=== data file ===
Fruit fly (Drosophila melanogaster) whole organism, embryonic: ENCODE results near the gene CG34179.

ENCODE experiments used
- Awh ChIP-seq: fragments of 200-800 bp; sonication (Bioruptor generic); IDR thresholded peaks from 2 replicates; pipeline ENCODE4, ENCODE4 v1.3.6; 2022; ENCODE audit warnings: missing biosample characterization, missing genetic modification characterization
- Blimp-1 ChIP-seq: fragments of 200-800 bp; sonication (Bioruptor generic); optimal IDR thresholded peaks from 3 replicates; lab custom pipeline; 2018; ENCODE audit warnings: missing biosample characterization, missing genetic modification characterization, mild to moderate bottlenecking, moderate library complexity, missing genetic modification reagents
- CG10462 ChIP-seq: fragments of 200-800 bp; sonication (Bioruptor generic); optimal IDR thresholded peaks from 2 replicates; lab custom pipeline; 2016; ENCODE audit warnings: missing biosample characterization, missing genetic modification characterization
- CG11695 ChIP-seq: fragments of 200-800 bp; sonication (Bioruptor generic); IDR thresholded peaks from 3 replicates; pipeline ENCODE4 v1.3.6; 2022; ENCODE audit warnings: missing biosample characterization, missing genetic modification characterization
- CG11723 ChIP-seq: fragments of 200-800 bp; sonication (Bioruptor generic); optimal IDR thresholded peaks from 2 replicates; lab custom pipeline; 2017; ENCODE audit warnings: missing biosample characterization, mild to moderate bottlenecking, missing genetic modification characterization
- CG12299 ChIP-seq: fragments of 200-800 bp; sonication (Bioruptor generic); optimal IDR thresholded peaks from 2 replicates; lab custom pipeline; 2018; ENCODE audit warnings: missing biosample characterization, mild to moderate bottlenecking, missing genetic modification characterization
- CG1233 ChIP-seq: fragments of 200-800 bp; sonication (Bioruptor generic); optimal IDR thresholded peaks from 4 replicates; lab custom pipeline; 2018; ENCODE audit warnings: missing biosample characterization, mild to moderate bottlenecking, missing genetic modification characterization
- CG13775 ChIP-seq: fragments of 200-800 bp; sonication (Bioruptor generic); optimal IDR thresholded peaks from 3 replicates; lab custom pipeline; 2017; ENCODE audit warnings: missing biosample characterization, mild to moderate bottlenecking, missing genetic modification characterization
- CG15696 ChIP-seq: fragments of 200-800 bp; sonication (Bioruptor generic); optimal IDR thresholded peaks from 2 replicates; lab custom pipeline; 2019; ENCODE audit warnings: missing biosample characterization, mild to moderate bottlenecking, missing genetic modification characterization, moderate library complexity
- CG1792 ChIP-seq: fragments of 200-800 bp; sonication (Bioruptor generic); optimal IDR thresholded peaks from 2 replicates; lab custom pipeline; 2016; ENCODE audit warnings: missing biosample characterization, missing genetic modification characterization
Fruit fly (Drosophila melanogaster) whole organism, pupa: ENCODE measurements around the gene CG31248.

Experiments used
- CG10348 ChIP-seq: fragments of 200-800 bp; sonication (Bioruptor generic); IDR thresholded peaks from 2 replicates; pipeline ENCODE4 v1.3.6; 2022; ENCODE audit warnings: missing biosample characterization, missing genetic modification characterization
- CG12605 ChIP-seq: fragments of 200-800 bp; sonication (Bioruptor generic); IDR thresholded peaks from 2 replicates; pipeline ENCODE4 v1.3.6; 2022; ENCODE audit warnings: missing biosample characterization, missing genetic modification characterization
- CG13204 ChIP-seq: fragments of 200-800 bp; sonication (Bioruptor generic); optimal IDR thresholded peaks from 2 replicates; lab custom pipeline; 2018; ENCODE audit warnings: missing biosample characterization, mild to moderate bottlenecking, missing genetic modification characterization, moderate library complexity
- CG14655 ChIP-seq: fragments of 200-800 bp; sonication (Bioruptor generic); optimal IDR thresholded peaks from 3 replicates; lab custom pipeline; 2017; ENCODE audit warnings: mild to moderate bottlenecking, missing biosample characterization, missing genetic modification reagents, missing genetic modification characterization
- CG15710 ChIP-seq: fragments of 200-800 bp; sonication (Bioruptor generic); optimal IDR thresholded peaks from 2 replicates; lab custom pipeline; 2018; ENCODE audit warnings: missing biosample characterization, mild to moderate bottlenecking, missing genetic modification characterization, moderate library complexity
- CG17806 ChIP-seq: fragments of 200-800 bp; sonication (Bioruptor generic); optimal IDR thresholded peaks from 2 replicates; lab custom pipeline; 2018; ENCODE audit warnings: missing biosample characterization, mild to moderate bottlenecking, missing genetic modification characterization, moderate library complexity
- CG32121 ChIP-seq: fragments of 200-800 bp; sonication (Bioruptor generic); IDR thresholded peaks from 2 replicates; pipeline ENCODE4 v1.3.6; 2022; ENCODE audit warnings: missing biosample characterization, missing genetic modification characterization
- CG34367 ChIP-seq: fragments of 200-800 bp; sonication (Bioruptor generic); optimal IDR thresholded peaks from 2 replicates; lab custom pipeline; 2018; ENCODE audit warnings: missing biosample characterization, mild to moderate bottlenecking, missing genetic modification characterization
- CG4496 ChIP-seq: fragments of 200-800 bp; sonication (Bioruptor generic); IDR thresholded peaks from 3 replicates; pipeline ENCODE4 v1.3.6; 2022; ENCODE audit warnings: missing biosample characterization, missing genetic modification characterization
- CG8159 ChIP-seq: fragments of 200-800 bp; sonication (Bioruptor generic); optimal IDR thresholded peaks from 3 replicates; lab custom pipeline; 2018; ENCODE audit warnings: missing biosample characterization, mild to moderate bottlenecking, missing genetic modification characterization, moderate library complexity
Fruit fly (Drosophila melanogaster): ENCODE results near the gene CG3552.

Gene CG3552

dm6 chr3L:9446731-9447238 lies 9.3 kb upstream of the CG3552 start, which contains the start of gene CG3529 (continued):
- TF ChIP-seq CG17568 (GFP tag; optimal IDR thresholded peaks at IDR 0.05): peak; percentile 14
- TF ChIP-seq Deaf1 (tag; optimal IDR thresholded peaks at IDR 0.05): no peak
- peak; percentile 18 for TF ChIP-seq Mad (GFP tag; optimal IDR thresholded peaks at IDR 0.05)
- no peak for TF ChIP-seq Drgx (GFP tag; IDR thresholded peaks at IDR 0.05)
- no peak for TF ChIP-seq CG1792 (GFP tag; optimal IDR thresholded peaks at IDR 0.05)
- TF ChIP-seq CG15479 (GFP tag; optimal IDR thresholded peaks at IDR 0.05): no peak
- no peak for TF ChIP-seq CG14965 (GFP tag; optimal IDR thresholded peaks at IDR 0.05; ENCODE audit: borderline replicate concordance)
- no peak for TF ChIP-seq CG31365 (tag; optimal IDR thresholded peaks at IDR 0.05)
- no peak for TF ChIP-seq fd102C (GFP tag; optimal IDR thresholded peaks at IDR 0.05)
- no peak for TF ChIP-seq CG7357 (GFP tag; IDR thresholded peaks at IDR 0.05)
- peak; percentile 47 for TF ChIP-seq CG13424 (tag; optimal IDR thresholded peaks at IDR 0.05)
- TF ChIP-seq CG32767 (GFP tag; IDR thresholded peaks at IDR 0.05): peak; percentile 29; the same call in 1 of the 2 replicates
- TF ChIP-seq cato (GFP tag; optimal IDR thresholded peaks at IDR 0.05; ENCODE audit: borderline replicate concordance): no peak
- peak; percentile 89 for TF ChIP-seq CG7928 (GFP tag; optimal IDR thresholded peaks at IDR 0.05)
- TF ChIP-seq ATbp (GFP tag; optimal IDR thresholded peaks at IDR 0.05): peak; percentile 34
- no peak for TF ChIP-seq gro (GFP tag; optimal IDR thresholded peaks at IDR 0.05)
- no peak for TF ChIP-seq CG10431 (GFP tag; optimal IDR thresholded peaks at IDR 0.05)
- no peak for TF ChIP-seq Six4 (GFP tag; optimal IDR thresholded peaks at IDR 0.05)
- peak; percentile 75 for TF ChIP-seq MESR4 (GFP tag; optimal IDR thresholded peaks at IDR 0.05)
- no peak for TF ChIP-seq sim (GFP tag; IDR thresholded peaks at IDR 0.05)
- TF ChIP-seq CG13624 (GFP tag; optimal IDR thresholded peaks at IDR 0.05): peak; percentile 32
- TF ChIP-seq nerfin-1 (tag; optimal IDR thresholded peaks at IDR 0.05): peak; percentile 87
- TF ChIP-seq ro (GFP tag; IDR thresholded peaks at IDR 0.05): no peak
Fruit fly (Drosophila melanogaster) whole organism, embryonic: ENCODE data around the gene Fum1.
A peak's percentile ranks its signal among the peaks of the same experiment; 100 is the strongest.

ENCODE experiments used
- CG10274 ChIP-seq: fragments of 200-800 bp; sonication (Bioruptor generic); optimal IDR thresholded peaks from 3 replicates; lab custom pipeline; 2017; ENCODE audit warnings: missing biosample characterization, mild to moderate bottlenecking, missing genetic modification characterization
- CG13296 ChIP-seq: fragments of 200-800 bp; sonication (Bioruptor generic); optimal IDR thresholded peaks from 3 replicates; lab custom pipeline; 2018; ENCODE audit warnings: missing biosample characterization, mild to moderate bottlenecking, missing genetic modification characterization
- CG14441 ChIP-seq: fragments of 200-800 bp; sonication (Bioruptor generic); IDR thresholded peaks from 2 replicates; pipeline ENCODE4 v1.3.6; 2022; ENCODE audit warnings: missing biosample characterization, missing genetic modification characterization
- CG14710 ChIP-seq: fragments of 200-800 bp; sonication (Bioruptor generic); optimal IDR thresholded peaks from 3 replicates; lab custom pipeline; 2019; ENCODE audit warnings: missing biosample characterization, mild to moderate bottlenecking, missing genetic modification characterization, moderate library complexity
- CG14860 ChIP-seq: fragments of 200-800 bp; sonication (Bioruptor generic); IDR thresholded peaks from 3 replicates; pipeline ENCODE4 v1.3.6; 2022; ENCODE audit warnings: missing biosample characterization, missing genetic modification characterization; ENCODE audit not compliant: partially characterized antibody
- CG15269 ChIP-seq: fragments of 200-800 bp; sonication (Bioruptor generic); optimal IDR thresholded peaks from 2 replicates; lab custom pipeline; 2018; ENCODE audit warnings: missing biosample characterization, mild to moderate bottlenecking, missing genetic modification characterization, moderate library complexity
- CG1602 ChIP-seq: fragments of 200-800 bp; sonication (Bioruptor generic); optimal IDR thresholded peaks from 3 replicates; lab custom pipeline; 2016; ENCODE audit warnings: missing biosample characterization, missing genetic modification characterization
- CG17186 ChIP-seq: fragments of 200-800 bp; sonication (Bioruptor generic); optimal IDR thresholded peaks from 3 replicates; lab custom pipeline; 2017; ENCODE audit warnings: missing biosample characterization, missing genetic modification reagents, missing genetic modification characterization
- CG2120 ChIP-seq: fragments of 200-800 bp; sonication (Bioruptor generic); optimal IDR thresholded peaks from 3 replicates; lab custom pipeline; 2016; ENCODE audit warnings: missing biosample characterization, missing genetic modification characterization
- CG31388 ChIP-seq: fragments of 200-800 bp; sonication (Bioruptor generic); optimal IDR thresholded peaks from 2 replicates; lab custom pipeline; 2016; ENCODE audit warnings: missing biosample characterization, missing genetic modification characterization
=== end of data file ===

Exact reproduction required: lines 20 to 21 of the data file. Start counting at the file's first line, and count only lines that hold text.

- CG17806 ChIP-seq: fragments of 200-800 bp; sonication (Bioruptor generic); optimal IDR thresholded peaks from 2 replicates; lab custom pipeline; 2018; ENCODE audit warnings: missing biosample characterization, mild to moderate bottlenecking, missing genetic modification characterization, moderate library complexity
- CG32121 ChIP-seq: fragments of 200-800 bp; sonication (Bioruptor generic); IDR thresholded peaks from 2 replicates; pipeline ENCODE4 v1.3.6; 2022; ENCODE audit warnings: missing biosample characterization, missing genetic modification characterization